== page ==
Thanks to interest from readers and responders like you, I have had a lot more opportunity to check my original work and the calculator is holding up quite well under public scrutiny. Thanks to everyone who gave feedback or wrote notes of congratulations – it’s made this whole project really, really fun!
Right after launch, I started collecting voluntary feedback from people using the calculator. Originally, I simply asked people to rate the calculator on a 1-5 scale. Here are the results from the first 1,338 respondents (before I switched the feedback system to the present one, which is still collecting data).
Just over 60% of feedback-givers who used the calculator rated the result as “fair” or “very fair,” and 84% gave it at least a 3 out of 5. The average score was a 3.63 out of 5. This does not take into account the response bias. People who thought the calculator was unfair seemed, if anything, more likely to give feedback: the average among people who wrote written comments had a lower average fairness of 3.48. (For reference, the total response rate was not recorded exactly but it is a few percent of the total). So I suspect that a very healthy majority of respondents think the calculator is doing its job.
The most common hand-written feedback was complimentary, but many more comments made suggestions either recommends extra features, alternate philosophies, or situations people think are currently unfair. Rebecca and I coded responses by category:
Some respondents were coded in multiple categories, so these do not sum up to 100%.
The top features that are requested are parking spots, balconies, who actually uses the common living spaces, more levels of closet niceness, bathroom specifications, an option to specify square footage, and to account for who is in charge or paying the bills. If you hate being the one to take care of the bills and figure out what people owe, try out our Bill Splitting App which is currently in Alpha development!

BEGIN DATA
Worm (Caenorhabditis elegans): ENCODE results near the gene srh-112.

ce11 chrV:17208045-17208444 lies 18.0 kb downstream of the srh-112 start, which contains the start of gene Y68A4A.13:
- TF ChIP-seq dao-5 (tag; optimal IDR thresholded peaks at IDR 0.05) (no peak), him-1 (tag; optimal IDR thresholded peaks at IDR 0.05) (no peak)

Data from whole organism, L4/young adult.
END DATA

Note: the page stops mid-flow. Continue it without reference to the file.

For several of the lesser suggested features, I think the best answer is to NOT take them into account. It’s not that these aspects of the room don’t matter at all – it’s just that quibbling over whether or not to check the box creates tension, and the whole point of the calculator is to remove tension. I only included boxes that I think are widely understood to be important – more space, more light, more privacy. The fewer boxes, the better, for everyone’s sake.
For instance, who furnishes an apartment is certainly fiscally relevant if people live together for over 3 years, but most people are able to roughly split this without discussion, and so long as everyone keeps what they bought, it should not factor significantly into the communal costs. In time, I will try and add some additional features for the items that I think are unambiguously useful (such as balconies or parking), but I want to keep it simple overall.
There are other things that are probably worth factoring in but are unique circumstances, hard to describe, or vary in importance depending on the location. For instance: smells, the size or excellence of a view, being in a basement of varying dankness, how people share common space, or how much of a common area is taken up by someone’s desk. For these, I suggest you use your intuition and use SplitTheRent.org as a starting point. For parking, look around for what people are charging on Craigslist and split it up between people who drive the car. If you and your girlfriend take up more of the common spaces, increase your bedroom size in the SplitTheRent calculator to account for common area you dominate. If you have enough bathrooms that some shared bathrooms are essentially private, don’t click on the private bathroom feature at all.
As one respondent says:
“One factor in this household is that the third bedroom has access to a large private roof terrace. Otherwise it seems like a very fair system. I guess that’s where ‘intuition’ comes in.”